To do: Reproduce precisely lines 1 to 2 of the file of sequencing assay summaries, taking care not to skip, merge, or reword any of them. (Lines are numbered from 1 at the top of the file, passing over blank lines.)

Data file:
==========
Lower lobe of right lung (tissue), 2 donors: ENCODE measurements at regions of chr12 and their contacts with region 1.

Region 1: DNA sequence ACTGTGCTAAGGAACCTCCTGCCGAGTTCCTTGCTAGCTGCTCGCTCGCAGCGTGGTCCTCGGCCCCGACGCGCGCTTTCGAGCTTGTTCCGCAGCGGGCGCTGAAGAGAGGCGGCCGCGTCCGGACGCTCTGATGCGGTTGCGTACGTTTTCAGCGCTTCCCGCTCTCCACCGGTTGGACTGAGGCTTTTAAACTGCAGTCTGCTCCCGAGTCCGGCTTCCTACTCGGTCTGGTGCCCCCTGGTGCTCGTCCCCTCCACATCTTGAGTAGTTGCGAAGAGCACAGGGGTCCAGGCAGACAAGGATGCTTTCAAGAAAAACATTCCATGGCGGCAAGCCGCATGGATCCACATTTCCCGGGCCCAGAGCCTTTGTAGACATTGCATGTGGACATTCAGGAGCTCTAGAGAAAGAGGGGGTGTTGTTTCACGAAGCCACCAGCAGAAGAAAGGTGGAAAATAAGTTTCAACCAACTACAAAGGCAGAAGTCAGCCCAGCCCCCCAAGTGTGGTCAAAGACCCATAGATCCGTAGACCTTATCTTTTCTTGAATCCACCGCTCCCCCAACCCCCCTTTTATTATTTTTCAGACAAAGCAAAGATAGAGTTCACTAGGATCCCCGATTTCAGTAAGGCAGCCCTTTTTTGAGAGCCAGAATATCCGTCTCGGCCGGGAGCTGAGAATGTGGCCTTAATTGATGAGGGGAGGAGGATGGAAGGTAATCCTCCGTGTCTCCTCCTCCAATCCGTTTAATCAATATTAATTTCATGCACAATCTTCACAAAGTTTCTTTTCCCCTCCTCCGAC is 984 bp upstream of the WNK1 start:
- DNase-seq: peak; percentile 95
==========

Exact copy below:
Lower lobe of right lung (tissue), 2 donors: ENCODE measurements at regions of chr12 and their contacts with region 1.

Region 1: DNA sequence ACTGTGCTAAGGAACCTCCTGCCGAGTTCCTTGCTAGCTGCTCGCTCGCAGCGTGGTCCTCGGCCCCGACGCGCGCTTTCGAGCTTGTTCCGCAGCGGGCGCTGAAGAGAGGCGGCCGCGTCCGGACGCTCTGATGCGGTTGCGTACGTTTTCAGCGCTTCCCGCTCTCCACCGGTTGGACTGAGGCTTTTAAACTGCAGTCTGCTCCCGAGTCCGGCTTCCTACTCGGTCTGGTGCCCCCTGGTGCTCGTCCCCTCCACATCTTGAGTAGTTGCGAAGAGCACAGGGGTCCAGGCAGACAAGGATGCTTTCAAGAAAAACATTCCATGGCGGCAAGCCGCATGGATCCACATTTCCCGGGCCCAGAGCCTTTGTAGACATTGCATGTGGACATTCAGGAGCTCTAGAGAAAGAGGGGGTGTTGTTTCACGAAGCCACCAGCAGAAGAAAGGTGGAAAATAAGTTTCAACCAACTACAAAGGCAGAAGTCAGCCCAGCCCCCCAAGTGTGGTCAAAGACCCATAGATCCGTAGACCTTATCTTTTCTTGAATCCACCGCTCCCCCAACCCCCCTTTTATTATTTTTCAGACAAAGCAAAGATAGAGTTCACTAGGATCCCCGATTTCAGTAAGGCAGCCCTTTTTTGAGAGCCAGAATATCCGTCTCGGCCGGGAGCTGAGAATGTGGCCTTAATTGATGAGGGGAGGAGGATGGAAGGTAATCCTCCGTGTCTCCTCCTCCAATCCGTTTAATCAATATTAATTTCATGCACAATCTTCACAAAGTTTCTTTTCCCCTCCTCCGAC is 984 bp upstream of the WNK1 start: